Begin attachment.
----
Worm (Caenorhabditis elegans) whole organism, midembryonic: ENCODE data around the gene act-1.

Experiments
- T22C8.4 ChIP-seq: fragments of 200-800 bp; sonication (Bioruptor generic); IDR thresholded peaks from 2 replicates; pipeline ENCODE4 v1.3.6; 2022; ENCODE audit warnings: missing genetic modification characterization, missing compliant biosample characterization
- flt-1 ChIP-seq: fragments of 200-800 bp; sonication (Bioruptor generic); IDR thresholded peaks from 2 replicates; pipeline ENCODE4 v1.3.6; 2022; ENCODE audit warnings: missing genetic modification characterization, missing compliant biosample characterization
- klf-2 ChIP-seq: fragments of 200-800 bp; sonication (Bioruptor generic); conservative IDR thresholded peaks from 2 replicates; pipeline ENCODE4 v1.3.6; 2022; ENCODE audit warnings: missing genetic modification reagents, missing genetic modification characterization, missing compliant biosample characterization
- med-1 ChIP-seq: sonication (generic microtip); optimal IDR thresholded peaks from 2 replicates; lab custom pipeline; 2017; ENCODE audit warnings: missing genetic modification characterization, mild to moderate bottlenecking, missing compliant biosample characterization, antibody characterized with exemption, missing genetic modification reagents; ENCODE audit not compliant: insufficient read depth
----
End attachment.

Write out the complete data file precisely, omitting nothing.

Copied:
Worm (Caenorhabditis elegans) whole organism, midembryonic: ENCODE data around the gene act-1.

Experiments
- T22C8.4 ChIP-seq: fragments of 200-800 bp; sonication (Bioruptor generic); IDR thresholded peaks from 2 replicates; pipeline ENCODE4 v1.3.6; 2022; ENCODE audit warnings: missing genetic modification characterization, missing compliant biosample characterization
- flt-1 ChIP-seq: fragments of 200-800 bp; sonication (Bioruptor generic); IDR thresholded peaks from 2 replicates; pipeline ENCODE4 v1.3.6; 2022; ENCODE audit warnings: missing genetic modification characterization, missing compliant biosample characterization
- klf-2 ChIP-seq: fragments of 200-800 bp; sonication (Bioruptor generic); conservative IDR thresholded peaks from 2 replicates; pipeline ENCODE4 v1.3.6; 2022; ENCODE audit warnings: missing genetic modification reagents, missing genetic modification characterization, missing compliant biosample characterization
- med-1 ChIP-seq: sonication (generic microtip); optimal IDR thresholded peaks from 2 replicates; lab custom pipeline; 2017; ENCODE audit warnings: missing genetic modification characterization, mild to moderate bottlenecking, missing compliant biosample characterization, antibody characterized with exemption, missing genetic modification reagents; ENCODE audit not compliant: insufficient read depth